Now days, teaching is so much more than delivering content. It’s about developing the whole learner – a student who is self sufficient, responsible, flexible, thinks outside of the box, and empathetic. It’s a lot on their plate as well as ours as their teacher! So on top of teaching our content areas, we also need to be helping round out the well groomed children in our classrooms. But how can students be a part of this? How can we get students to step up and take responsibility for their own learning and hold themselves accountable for their journey. Two words – Student Reflection. When we have our students consistently reflect upon their learning & their journey, we are allowing them to take control of their own education. They can make decisions for themselves based on their own data. They get to sit in the driver’s seat for once. But – with all aspects of teaching, there are many misconceptions to student reflection that I would like to set straight. By the end of this post, I hope that you truly can see and understand the potential and impact that student reflection can have on a student’s growth & achievement.
Misconception #1: Student Reflection is Natural
In my experience as a teacher and an instructional coach, I’ve found that many teachers see and want to harness the power behind having students reflect on their work, however they assume that
‘reflection’ is a natural part of the learning process and that students just know how and what to do. This is not true. Teachers are a reflective bunch, but that’s because we’ve been taught how to. Reflection is a learned skill. It is learned through observing others. When we ask our students to reflect on their learning without having taught or modeled, students don’t know where to start their thinking. They don’t understand what’s important to reflect on and not to reflect on. Where do they start? How? Why? Do you see the confusion that students will/might have if we just throw this ‘reflection’ at them? We need to teach our students how to reflect.
(See Photo!) A super simple way to model for your students is to complete the ‘reflection activity’ you’re having your students do, yourself! Let them see you do it and hear the process themselves!
Misconception #2: Students Don’t Need Reminders to Reflect on their Learning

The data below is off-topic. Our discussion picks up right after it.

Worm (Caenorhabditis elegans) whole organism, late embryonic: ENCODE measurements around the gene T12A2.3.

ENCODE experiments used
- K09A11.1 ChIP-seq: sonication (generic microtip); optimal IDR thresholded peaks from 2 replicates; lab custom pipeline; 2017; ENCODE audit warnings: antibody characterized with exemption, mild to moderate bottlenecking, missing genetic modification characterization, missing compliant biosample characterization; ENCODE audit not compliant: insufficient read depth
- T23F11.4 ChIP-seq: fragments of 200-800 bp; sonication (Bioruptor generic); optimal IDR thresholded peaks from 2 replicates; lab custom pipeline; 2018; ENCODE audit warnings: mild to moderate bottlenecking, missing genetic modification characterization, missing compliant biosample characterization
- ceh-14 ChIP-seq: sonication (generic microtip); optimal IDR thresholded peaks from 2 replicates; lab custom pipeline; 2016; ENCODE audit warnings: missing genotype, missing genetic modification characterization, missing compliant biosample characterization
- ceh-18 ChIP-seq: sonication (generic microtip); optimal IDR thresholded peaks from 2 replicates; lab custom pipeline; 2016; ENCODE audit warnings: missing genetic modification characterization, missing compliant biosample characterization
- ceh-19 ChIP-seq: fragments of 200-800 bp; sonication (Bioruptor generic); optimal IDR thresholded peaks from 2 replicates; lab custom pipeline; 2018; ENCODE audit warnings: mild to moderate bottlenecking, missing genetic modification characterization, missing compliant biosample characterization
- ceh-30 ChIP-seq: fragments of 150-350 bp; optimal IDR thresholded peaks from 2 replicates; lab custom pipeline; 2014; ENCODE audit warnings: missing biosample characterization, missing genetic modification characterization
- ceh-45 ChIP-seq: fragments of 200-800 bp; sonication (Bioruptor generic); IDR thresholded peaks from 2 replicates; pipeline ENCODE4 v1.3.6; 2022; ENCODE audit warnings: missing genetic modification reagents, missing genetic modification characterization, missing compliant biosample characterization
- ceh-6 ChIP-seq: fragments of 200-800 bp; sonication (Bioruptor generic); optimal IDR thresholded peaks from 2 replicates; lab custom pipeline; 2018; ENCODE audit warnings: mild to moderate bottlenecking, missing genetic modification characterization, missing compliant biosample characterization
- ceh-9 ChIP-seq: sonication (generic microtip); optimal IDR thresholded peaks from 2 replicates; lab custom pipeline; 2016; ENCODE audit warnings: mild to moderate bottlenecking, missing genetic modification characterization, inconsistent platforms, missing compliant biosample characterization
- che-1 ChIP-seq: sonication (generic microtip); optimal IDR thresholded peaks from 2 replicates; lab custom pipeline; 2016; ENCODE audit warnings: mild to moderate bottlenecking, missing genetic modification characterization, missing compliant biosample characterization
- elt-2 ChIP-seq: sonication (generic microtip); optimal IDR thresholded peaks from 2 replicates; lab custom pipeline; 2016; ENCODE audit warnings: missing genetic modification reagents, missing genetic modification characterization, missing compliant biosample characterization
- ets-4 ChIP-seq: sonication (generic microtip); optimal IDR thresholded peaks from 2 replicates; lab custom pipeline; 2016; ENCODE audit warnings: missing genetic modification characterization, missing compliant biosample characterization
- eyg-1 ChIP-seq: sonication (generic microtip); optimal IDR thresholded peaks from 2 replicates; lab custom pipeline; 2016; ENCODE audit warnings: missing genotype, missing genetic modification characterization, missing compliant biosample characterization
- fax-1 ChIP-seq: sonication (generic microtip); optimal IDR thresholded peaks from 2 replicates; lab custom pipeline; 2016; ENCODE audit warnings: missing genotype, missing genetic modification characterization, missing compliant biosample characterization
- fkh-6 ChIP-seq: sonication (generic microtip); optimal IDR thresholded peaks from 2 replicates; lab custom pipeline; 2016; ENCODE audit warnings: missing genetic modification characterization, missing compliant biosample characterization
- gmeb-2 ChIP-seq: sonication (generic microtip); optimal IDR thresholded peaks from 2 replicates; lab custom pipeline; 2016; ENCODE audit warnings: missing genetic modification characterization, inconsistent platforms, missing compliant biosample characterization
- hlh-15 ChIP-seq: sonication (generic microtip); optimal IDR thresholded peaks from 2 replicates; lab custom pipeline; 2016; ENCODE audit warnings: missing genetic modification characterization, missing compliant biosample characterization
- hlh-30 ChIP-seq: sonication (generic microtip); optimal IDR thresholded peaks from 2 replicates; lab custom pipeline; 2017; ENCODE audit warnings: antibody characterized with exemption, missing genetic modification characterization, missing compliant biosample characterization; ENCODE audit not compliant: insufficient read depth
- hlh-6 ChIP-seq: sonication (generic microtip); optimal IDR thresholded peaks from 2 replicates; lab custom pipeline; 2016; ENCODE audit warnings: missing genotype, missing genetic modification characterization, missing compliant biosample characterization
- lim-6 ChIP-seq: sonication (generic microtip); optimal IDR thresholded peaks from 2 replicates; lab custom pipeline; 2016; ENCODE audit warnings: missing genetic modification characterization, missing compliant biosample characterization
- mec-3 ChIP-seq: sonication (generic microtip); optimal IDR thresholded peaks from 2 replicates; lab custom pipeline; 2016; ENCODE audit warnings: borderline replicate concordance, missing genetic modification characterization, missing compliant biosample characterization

Since we learned from the previous misconception that student reflection isn’t something that comes naturally to students, this misconception naturally makes sense. Students need to know when to reflect on their learning. They need reminders, modeling, support, explanation. And remember that reflecting doesn’t necessarily mean that it needs to be at the end of a lesson or activity. Remind
students to reflect before, during, and after a lesson to get the most out of their level of understanding and growth. If you want the most out of their learning and growth – then make sure you’re reminding students to reflect!
——–> An easy way to do this is to make reflection a part of your routine! Making or creating a reflection journal where students can simply write out their thoughts on a lesson/activity or the day is super helpful (and you can use them when conferring with students!). Giving them sentence starters in their journals is helpful to get them started thinking, especially if they are in younger grades!
Misconception #3: Students Understand What It Means to Reflect
First off, when we reflect – that encompasses a wide variety thinking. Students don’t know what questions to ask themselves to reflect on. Students need examples of reflection to know what to do and how to think through their own experiences. Reflection is about the process of thinking not about the product that they are producing. It’s about the ‘How’. When students are reminded to reflect, have been given ample models of thinking to use to mirror, and understand what it means to truly reflect –
then you’re going to get the deeper and more confident reflection from your students! So as a teacher – I’m modeling reflecting, giving concrete and specific examples and ways for my students to reflect, and making it a specific part of my lesson to get the most out of my students.